SANCHEZ (voice-over): The president's pick is also controversial because of Mulvaney's previous comments on the agency, which was created after the economic meltdown in 2008, designed to protect consumers from predatory financial institutions.
(BEGIN VIDEO CLIP)
MICK MULVANEY, DIRECTOR, OFFICE OF MANAGEMENT AND BUDGET: It's a wonderful example of how a bureaucracy will function if it has no accountability to anybody. It turns up being a joke, and that's what the CFPB really has been in a sick, sad kind of way because you have an institution with tremendous authority over what you all do for a living, over your businesses, over your members.
(END VIDEO CLIP)
SANCHEZ (voice-over): One of the architects of the agency, Senator Elizabeth Warren, argued that the president was overstepping his bounds and not following the law. In a tweet, she cited Dodd-Frank legislation, which states that the deputy director of the CFPB would serve as acting director in the absence or unavailability of the director.
On Saturday, the White House cited a different law, the federal Vacancies Reform Act of 1998, to defend the appointment as a routine move. A senior White House official told reporters on a call, quote, "We
think that this move is clearly supported by a plain reading of the vacancies act. The vacancy act is long established, used by presidents of both parties as a routine function. And we believe this act is consistent with that long established practice."
And according to another administration official, the Justice Department's Office of Legal Counsel has already signed off on Mulvaney's appointment; while a senior White House official said that the administration hopes the dispute does not end up in court, they are ready to fight for the appointment.
SANCHEZ: We're also getting a response from Mick Mulvaney himself. In a statement to CNN, he says, quote, "I believe Americans deserve a CFPB that seeks to protect them while ensuring free and fair markets for all consumers.
"Financial services are the engine of American democratic capitalism and we need to let it work."
We should point out a source close to Mick Mulvaney said that it is not likely that he winds up being the permanent pick to lead that agency, that source telling us that Mick Mulvaney is very happy at his current role as the director of the Office of Management and Budget and that he didn't really envision himself leading the CFPB -- Boris Sanchez, CNN, in Washington.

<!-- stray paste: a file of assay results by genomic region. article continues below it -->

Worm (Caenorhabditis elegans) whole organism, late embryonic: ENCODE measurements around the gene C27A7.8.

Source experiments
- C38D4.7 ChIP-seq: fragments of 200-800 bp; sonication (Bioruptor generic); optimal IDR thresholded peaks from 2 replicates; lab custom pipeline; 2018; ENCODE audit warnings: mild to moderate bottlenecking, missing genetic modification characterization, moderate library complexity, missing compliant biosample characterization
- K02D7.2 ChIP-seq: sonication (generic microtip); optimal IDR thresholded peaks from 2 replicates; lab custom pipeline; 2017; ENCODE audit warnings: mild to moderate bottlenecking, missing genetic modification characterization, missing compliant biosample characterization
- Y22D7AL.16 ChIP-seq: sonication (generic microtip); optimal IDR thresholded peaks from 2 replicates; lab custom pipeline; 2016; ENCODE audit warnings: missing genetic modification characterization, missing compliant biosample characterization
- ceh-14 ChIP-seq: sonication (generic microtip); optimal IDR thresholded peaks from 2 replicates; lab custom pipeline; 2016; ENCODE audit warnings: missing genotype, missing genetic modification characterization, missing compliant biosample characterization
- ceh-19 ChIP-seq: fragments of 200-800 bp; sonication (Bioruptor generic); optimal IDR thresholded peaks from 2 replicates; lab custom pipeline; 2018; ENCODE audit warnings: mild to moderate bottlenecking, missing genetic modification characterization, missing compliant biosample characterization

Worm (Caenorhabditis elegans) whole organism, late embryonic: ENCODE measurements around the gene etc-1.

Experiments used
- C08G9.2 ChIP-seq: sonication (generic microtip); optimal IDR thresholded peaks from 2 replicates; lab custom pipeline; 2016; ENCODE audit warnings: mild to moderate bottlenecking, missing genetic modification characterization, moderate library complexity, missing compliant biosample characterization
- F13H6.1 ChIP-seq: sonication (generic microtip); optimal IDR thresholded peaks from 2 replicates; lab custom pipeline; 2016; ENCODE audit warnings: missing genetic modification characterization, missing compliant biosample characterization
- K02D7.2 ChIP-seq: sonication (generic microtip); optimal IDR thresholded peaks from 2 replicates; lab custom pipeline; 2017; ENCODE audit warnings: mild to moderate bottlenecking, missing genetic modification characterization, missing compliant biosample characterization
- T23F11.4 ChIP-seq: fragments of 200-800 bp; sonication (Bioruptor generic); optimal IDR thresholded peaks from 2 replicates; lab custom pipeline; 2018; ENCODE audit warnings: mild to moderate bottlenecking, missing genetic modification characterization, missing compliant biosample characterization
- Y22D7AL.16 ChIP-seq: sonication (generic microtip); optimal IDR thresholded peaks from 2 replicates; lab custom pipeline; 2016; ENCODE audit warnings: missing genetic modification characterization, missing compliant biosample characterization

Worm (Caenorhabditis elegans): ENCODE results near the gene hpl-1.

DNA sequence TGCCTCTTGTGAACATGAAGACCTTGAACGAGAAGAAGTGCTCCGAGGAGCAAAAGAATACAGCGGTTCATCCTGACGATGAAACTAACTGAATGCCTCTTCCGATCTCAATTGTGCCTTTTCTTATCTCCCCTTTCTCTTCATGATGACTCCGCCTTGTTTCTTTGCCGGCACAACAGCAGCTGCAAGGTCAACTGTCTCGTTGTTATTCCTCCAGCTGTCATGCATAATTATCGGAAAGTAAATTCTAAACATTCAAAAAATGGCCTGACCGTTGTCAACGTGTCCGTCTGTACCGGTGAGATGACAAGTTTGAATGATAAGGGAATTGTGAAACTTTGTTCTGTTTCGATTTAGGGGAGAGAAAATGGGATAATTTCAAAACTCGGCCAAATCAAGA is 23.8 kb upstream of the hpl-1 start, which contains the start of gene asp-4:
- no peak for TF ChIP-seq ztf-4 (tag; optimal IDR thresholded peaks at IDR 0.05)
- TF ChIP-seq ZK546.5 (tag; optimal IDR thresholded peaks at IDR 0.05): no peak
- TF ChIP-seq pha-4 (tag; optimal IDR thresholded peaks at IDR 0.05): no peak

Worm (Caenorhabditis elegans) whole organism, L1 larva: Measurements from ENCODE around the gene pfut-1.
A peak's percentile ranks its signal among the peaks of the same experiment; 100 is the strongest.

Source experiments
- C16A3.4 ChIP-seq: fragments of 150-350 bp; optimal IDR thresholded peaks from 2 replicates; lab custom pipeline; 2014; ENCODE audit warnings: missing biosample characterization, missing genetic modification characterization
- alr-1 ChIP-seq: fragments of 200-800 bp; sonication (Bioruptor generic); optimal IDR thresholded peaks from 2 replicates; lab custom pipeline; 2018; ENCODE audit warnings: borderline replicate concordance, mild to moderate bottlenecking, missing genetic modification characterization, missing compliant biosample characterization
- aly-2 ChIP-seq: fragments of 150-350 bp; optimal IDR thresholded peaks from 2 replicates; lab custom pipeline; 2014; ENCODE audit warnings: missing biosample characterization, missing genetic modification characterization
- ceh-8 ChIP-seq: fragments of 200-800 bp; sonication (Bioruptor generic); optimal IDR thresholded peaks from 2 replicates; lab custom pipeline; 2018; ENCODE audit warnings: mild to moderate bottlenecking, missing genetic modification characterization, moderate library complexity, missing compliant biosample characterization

HOWELL: Boris, thank you for the report.
A little more than two weeks now until one of the most controversial U.S. Senate races in recent history takes place. Republican candidate Roy Moore is denying sexual misconduct allegations against him while many of Moore's fellow Republicans want him to leave the race that he remains defiant and steadfast in continuing.
ALLEN: Many people have spoken out about this race, of course. Another one, former basketball star and Alabama native, Charles Barkley, speaking out on the Moore controversy here.
(BEGIN VIDEO CLIP)
CHARLES BARKLEY, FORMER NBA STAR: Roy Moore is running with Steve Bannon as his right-hand man, a white separatist. I'm not even going to get into the women stuff but a guy -- how can you be a white separatist and represent all the constituents in your state?
I mean, you know, everybody is going crazy over this sexual allegations. Roy Moore, to me, when he brought in Steve Bannon, should have been disqualified.
I don't understand. I mean, to me, that's a -- how can you have a guy, who is running with a white separatist, running for a political office? We got a lot of black people in the state who are amazing people. But to run a campaign with a guy as your chief advocate, who is a white nationalist, a white separatist, that should have disqualified Roy Moore way before this women stuff came up.
(END VIDEO CLIP)
ALLEN: For perspective now on the Senate race, we're joined by James Davis, dean of the School of Economics and Political Science at the University of St. Galen.
Thank you for joining us.
JAMES DAVIS, UNIVERSITY OF ST. GALEN: Good morning, Natalie.
ALLEN: Let's start with the controversy over Mr. Moore, whom Charles Barkley was talking about. First, let's listen to campaign ads from the Senate race by Moore, the Republican and an ad from his Democratic opponent, Doug Jones. Jones' ad includes the women who've accused Moore of sexual misconduct. It also includes Ivanka Trump.
(BEGIN VIDEO CLIP)
UNIDENTIFIED MALE (voice-over): They were girls when Roy Moore immorally pursued them --
UNIDENTIFIED MALE (voice-over): -- now they are women, witnesses to us all of his disturbing conduct.
Will we make their abuser a U.S. senator?
(END VIDEO CLIP)
UNIDENTIFIED MALE (voice-over): Forty years of honorable service, Roy Moore has been intensely scrutinized and not a hint of scandal. But four weeks before the election, false allegations.
(END VIDEO CLIP)
ALLEN: I misspoke. There is another ad by the Democrat, which includes quotes by Ivanka Trump, because she believes the women.
So where are we in this race?
Is it going to come down to whether people believe the allegations?
Or is it for conservatives; bottom line, they'll vote for a conservative regardless?